Tears Play Vital Role in Health and Function of the Eyes
Tears serve as the eyes’ first line of defense against irritants like dust and germs, washing them away with every blink. They also enable eyes to turn and swivel comfortably. For the team at Abrams Eye Institute, making sure our patients don’t have issues with tear production is a top priority during exams. When the tears do run dry, eyes are left itchy, irritated, red, and sometimes swollen.
Millions of adults in the US alone suffer from dry eye. So why does this happen and what people to to help themselves with dry eye issues? And what can Dr. Jack Abrams and the team at Abrams Eye Institute do to help those with dry eye challenges that cannot be solved on their own?
Causes Of Dry Eye
The tear film in eyes has a specific composition, consisting of an outer oily layer, a watery layer, and a mucous layer. There are several ways it can be disrupted, each resulting in dry eye. The overall tear production can decrease, tear evaporation can increase due to a disruption of the oily layer, or the composition can become imbalanced. These problems can be caused by a variety of factors, including:
- Medications like antihistamines, decongestants, antidepressants, birth control pills, and others
- Advancing age
- Autoimmunie disorders
- Hormonal changes during pregnancy and after menopause
- Dry, windy, or smoky environments like we have here in Southern Nevada
- Seasonal allergies
- Long periods spent staring at a screen, which can reduce blinking frequency
Relief For Dry Eyes
Whatever the cause is behind dry eye, it’s important to treat it so that it doesn’t have a chance to get worse. Dry eyes are more vulnerable to getting scratched and infected, and without enough tears, vision can become blurred. If your dry eye is the result of too much screen time, try to take frequent breaks and remember to blink normally. Abrams offers more tips for smarter use of electronics in this blog post. For other causes, artificial tears (eye drops) are a great solution.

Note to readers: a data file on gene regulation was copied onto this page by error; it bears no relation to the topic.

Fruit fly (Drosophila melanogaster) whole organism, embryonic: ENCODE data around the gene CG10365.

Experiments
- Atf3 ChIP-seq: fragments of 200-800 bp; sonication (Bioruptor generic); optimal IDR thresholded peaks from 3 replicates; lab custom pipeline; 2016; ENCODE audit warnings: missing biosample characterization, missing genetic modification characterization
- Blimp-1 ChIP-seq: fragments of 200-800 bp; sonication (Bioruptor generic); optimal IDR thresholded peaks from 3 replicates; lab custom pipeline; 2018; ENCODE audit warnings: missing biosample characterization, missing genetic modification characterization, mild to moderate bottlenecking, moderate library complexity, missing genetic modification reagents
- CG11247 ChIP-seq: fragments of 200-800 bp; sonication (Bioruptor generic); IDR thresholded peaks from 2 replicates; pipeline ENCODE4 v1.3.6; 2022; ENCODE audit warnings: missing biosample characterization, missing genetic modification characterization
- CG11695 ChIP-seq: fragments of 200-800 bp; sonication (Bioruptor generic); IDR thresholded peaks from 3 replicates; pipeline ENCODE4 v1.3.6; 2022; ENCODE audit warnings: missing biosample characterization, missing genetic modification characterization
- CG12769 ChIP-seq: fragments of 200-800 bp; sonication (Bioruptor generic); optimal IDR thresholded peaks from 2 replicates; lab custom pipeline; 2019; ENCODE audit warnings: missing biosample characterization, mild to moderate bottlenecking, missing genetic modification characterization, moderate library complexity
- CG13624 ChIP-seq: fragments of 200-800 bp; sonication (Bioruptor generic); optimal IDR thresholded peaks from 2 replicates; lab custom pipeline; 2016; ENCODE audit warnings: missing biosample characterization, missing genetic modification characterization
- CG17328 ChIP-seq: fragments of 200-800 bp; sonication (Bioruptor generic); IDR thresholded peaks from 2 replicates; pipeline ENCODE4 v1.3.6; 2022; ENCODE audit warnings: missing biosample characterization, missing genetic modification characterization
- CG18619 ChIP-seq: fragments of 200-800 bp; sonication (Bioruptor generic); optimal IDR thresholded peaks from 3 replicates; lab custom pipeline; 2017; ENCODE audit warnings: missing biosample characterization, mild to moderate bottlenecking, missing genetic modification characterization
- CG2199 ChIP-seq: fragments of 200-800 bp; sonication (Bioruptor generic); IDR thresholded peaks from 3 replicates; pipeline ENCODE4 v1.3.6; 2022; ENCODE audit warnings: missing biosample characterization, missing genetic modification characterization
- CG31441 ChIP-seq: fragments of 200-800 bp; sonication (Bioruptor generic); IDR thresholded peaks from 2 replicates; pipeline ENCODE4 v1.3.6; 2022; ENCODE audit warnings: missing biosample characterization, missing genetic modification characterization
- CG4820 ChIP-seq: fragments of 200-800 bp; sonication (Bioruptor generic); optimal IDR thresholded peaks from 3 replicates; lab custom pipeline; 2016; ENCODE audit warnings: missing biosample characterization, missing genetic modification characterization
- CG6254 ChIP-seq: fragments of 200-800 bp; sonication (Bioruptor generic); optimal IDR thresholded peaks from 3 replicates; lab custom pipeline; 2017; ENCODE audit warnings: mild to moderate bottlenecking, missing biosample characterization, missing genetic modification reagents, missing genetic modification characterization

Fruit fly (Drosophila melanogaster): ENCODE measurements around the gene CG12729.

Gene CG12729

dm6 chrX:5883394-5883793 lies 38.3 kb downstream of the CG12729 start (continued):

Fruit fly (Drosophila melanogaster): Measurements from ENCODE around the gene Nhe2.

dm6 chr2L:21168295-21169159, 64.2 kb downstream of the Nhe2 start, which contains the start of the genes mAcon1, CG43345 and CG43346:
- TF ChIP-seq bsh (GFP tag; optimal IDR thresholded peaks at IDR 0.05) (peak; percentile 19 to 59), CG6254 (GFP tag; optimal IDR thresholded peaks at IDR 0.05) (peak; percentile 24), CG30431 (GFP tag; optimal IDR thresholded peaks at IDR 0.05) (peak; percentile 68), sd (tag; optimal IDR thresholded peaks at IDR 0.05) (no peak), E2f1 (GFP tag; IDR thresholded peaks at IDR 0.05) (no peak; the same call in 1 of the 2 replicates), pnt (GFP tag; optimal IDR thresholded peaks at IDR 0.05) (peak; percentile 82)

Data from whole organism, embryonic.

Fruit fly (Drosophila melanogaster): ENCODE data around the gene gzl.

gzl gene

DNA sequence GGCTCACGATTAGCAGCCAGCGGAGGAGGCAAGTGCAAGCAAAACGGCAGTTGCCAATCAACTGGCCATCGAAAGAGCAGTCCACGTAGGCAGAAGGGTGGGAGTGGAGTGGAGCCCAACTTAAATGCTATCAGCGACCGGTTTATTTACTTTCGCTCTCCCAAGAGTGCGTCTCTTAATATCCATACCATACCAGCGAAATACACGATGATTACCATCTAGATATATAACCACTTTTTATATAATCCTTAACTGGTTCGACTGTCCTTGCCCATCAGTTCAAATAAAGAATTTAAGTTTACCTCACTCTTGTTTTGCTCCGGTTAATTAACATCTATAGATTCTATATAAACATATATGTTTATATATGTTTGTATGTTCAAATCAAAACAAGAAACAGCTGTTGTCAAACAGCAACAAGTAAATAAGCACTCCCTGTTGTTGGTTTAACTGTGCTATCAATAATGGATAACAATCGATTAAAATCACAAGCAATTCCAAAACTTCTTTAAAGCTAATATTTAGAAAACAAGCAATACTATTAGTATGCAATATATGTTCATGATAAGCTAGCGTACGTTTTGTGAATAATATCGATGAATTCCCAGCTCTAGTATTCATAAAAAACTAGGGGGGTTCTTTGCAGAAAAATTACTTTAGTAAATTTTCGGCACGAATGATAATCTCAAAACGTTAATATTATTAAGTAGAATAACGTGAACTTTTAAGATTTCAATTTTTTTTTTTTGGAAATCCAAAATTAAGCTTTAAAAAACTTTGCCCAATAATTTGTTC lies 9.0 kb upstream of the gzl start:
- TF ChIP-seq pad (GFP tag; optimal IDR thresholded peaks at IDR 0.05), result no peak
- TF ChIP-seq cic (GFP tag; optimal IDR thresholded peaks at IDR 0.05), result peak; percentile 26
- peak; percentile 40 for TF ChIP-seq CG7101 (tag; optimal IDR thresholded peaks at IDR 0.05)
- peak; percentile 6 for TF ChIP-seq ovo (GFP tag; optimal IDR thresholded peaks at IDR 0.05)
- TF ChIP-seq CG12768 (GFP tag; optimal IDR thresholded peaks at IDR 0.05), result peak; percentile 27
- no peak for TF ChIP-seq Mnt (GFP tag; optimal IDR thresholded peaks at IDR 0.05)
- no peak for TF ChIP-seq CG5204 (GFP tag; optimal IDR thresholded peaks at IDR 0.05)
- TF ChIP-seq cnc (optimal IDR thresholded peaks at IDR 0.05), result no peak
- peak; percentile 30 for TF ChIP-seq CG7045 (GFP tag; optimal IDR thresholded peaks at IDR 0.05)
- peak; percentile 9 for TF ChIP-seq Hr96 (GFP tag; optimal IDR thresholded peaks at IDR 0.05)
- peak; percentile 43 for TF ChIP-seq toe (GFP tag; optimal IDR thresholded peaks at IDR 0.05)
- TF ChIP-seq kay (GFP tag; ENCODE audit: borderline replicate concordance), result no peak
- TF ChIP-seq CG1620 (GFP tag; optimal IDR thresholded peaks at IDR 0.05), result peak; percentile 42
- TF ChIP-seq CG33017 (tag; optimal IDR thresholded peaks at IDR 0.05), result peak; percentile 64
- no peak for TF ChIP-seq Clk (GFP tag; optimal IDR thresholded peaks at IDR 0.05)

Improving the production of tears, and reducing risks for dry eye, can be done by incorporating more foods rich in Vitamin A and omega-3 fatty acids into the diet, such as liver, carrots, broccoli, fish, and walnuts. These are important nutrients for eye health and tear production. Those with dry eyes might also want to switch from contact lenses to glasses.
Check out this video for a great tip on stimulating tear production at home:
Come See the Team at Abrams Eye Institute
Your best chance of getting your tears flowing again is to come see us so that we can determine the cause of your dry eye and find the treatment that will give you the best results through our Dry Eye Center. Call us at 702-304-9494 to see how our award-winning service can help you with your vision. Abrams Eye Institute has clinics in Southwest Las Vegas, Henderson and Pahrump.
The content on this blog is not intended to be a substitute for professional medical advice, diagnosis, or treatment. Always seek the advice of qualified health providers with questions you may have regarding medical conditions.